Digital’s drought is dragging on. The trend of falling traffic is just the first thorn of the cactus. Behind the top level traffic, there’s a general stagnation of some of the previously high-flying KPIs: traffic share from mobile and social.
During the 20-Teens, there were two reliable growth storylines: mobile was gobbling up share from other devices, and social traffic was consistently ticking up. Each of these factors literally re-shaped commerce. Alongside mobile’s rise, we saw one-click payment options like Apple Pay and Shop Pay give checkout – and even pdp’s – a new look. Mobile design gave way to responsive design, and for some a mobile-only mandate. Social synergized with the mobile growth, and became a top 4 or 5 traffic source for brands and retailers. More, social became a first-call for finding new shoppers. But, it was paid social that drove 4x the amount of traffic compared with organic (per Content Square's Digital Experience Benchmarks).
That fact deserves a side-bar of its own, and there’s a ton to unpack there, but here’s the tl;dr: of all social traffic, about 80% of it is paid. Compare that to search, where organic search represents a (slim) majority over paid search. So, you best know how your ratios compare, and it may be time to think about your segmentation for those audiences, and how you're balancing paid and organic.
<<Screeeeeeech>> The go-go days of social and mobile look to be behind us.
Over the past 2 years, mobile traffic share has stabilized. This should not be construed as bad news; shoppers gonna shop, and they'll choose where. In fact, the golden lining is that mobile order share has ticked up, meaning that mobile is converting better than ever. But, to be fair, mobile is not proving to be a traffic booster.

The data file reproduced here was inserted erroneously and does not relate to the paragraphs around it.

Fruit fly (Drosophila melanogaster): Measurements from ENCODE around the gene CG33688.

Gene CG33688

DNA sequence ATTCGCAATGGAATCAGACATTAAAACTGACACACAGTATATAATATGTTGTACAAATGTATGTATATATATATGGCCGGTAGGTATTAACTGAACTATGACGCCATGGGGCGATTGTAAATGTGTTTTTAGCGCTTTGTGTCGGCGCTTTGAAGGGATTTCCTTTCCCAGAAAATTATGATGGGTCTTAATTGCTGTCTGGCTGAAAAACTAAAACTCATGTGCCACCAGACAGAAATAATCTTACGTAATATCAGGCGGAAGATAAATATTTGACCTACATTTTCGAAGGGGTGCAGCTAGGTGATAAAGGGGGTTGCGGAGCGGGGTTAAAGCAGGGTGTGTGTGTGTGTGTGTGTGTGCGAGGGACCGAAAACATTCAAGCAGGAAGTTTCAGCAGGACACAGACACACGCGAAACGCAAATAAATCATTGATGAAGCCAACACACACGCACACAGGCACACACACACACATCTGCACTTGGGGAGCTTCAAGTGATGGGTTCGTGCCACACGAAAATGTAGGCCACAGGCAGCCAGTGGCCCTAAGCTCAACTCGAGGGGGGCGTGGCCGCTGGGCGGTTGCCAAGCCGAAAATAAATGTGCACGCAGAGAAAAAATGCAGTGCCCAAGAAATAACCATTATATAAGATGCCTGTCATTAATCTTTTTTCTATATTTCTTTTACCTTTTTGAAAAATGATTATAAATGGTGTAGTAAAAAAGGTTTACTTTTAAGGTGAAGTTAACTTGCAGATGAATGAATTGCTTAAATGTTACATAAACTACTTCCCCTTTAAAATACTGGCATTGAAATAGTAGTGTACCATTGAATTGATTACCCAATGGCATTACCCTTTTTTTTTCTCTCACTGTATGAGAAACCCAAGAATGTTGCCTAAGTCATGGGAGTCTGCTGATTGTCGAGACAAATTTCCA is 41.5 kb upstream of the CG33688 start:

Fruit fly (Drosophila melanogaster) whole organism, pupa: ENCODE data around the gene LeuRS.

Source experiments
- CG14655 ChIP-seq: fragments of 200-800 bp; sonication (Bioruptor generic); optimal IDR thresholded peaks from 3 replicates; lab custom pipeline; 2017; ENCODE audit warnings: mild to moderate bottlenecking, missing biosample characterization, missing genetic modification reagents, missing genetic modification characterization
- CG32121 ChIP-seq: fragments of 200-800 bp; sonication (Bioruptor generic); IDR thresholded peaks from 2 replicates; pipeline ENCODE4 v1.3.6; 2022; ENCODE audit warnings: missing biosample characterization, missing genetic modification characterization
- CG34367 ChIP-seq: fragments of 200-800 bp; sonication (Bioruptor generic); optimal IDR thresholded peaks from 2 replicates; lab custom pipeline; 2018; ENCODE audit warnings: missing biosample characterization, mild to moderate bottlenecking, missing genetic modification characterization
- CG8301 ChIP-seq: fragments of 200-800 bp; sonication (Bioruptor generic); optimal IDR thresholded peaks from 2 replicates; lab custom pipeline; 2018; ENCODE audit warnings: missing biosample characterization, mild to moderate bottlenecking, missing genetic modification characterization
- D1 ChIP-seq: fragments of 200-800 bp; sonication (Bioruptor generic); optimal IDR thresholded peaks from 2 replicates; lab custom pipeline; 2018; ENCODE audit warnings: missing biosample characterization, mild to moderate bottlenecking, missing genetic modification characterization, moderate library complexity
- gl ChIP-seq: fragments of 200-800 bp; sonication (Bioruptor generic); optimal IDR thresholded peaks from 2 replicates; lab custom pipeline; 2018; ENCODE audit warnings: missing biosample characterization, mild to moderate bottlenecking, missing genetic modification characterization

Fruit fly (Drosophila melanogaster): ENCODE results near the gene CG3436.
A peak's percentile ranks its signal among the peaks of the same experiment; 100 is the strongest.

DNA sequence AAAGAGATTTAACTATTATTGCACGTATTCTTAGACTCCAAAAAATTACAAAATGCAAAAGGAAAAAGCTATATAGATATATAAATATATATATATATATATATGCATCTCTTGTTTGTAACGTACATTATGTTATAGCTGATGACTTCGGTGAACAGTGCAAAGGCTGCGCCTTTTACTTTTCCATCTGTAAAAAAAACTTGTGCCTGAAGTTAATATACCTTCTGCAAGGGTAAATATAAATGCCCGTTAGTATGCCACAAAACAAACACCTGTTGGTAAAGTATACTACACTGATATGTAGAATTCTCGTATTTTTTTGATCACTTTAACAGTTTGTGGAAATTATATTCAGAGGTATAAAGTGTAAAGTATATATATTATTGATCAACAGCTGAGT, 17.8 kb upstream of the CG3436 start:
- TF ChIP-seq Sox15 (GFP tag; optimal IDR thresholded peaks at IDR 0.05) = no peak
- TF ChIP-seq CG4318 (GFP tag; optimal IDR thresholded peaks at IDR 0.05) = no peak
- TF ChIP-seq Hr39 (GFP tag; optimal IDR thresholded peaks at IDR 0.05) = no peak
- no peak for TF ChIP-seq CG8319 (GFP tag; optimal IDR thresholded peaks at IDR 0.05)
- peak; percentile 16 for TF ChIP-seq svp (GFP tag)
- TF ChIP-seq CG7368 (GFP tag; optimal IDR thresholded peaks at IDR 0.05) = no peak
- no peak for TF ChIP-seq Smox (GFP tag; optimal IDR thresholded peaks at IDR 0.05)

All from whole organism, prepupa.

Social’s share stagnation is troubling. For many, social was the top-of-the-funnel filler, and held the promise of becoming another first-class engagement vehicle, and primary traffic source. During 2020, with ecommerce traffic skyrocketing, flat social traffic share was not a red flag. But, now that traffic has declined, and social share has stayed flat (to slightly down), the current state of social does not appear to be the traffic bailout that is needed to juice ecommerce traffic.
The Next Big Thing is…
So social and mobile are stagnant. Brands are seeing this, right?
Ugh. The top two growth opportunities that brands cite turn out to be the aforementioned downtrodden channels. In third place, brands mention marketplaces. Appropriately so, as both sides of marketplaces are having a moment. For brands, marketplaces offer a new channel; one which offers strong distribution, with lower overhead or risk than other channels may pose (compared with stores, which, while enjoying a terrific bounce-back, still require a strong and sustained organizational commitment). And, brands de-risk their acquisition efforts, too - paying out commission through order margin, instead of chunkier paid search or social investments. Marketplace operators are enjoying direct benefits. The boost in traffic and revenue contribution alone provides direct value. Indirectly, retailers are cementing their place in the shopper’s orbit as a shopping destination. Moving through the list, advertising appears as a bit of a head-scratcher (retail media is not listed, though checks in lower on the list). Loyalty and subscriptions round out the list of growth opportunities. Combining these is a bit curious, though the intent is similar – sustain shopper relationships.
What is the big takeaway from the above list? IMHO, the lack of any breakthrough innovation (or shiny object) reveals that brands aren’t hitching their shopping cart to any new near-term growth vehicle.
This should inspire a renewed interest in two different, but massively valuable initiatives: optimization and channel diversification.
Pick your favorite optimization flavor - conversion rate, search engine, performance, etc. – while it may not inspire boardroom glee, making the most of what is already in place is a natural approach when traffic decelerates. Fortunately, eCommerce stacks are overflowing with first-class tech, which, on the whole, offer far more value than is likely being tapped.
Channel diversification likely means that we’re about to see a lot more partnering up. For brands, that may mean joining marketplaces as a seller. For others, it may be strategic partnerships with specific retailers to go beyond standard wholesale engagements. And, we’re on the cusp of what will likely be another run on pop-up shops and store-in-a-store formats.
Either way, we’re entering rather uncharted ecommerce territory. The traffic drought will likely lead to some short-term pain, and even brand closures, but it is times like these that tend to manufacture some terrific innovation. Stay tuned.